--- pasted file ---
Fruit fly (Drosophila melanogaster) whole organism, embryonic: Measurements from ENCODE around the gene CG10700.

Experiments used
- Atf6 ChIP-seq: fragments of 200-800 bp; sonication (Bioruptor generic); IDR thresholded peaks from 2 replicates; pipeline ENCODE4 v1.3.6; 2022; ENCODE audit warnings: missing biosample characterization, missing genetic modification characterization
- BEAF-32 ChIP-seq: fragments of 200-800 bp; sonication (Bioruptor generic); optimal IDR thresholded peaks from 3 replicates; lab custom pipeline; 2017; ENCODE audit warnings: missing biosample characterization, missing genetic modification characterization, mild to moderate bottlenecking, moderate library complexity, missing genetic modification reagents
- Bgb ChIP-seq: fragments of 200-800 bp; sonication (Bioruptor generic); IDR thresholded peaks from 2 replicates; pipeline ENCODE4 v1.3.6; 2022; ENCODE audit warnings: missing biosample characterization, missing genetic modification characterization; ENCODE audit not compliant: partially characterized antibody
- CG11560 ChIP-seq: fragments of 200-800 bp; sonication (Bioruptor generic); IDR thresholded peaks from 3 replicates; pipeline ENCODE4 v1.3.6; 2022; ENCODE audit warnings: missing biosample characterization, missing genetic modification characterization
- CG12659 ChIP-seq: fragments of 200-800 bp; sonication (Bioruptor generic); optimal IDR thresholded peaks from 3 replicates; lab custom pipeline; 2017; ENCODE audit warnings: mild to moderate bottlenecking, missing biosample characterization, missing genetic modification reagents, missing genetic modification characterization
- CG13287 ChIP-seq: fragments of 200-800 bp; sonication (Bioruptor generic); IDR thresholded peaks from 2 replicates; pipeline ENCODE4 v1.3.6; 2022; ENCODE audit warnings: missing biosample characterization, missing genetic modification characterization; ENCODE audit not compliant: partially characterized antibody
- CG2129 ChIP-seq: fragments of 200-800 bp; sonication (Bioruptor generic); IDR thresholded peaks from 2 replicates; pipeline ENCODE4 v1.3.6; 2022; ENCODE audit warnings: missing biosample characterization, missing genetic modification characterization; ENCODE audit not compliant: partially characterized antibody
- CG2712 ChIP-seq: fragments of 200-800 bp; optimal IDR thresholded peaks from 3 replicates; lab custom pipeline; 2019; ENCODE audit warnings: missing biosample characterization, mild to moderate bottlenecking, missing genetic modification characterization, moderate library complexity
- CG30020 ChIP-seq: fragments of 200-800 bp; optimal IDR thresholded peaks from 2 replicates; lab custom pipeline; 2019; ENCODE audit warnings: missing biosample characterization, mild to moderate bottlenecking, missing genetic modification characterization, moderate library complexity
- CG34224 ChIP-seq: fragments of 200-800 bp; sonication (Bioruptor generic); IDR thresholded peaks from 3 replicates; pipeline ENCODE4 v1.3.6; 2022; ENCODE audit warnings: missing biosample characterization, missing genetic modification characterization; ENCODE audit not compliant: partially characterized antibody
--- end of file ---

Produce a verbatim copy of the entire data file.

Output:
Fruit fly (Drosophila melanogaster) whole organism, embryonic: Measurements from ENCODE around the gene CG10700.

Experiments used
- Atf6 ChIP-seq: fragments of 200-800 bp; sonication (Bioruptor generic); IDR thresholded peaks from 2 replicates; pipeline ENCODE4 v1.3.6; 2022; ENCODE audit warnings: missing biosample characterization, missing genetic modification characterization
- BEAF-32 ChIP-seq: fragments of 200-800 bp; sonication (Bioruptor generic); optimal IDR thresholded peaks from 3 replicates; lab custom pipeline; 2017; ENCODE audit warnings: missing biosample characterization, missing genetic modification characterization, mild to moderate bottlenecking, moderate library complexity, missing genetic modification reagents
- Bgb ChIP-seq: fragments of 200-800 bp; sonication (Bioruptor generic); IDR thresholded peaks from 2 replicates; pipeline ENCODE4 v1.3.6; 2022; ENCODE audit warnings: missing biosample characterization, missing genetic modification characterization; ENCODE audit not compliant: partially characterized antibody
- CG11560 ChIP-seq: fragments of 200-800 bp; sonication (Bioruptor generic); IDR thresholded peaks from 3 replicates; pipeline ENCODE4 v1.3.6; 2022; ENCODE audit warnings: missing biosample characterization, missing genetic modification characterization
- CG12659 ChIP-seq: fragments of 200-800 bp; sonication (Bioruptor generic); optimal IDR thresholded peaks from 3 replicates; lab custom pipeline; 2017; ENCODE audit warnings: mild to moderate bottlenecking, missing biosample characterization, missing genetic modification reagents, missing genetic modification characterization
- CG13287 ChIP-seq: fragments of 200-800 bp; sonication (Bioruptor generic); IDR thresholded peaks from 2 replicates; pipeline ENCODE4 v1.3.6; 2022; ENCODE audit warnings: missing biosample characterization, missing genetic modification characterization; ENCODE audit not compliant: partially characterized antibody
- CG2129 ChIP-seq: fragments of 200-800 bp; sonication (Bioruptor generic); IDR thresholded peaks from 2 replicates; pipeline ENCODE4 v1.3.6; 2022; ENCODE audit warnings: missing biosample characterization, missing genetic modification characterization; ENCODE audit not compliant: partially characterized antibody
- CG2712 ChIP-seq: fragments of 200-800 bp; optimal IDR thresholded peaks from 3 replicates; lab custom pipeline; 2019; ENCODE audit warnings: missing biosample characterization, mild to moderate bottlenecking, missing genetic modification characterization, moderate library complexity
- CG30020 ChIP-seq: fragments of 200-800 bp; optimal IDR thresholded peaks from 2 replicates; lab custom pipeline; 2019; ENCODE audit warnings: missing biosample characterization, mild to moderate bottlenecking, missing genetic modification characterization, moderate library complexity
- CG34224 ChIP-seq: fragments of 200-800 bp; sonication (Bioruptor generic); IDR thresholded peaks from 3 replicates; pipeline ENCODE4 v1.3.6; 2022; ENCODE audit warnings: missing biosample characterization, missing genetic modification characterization; ENCODE audit not compliant: partially characterized antibody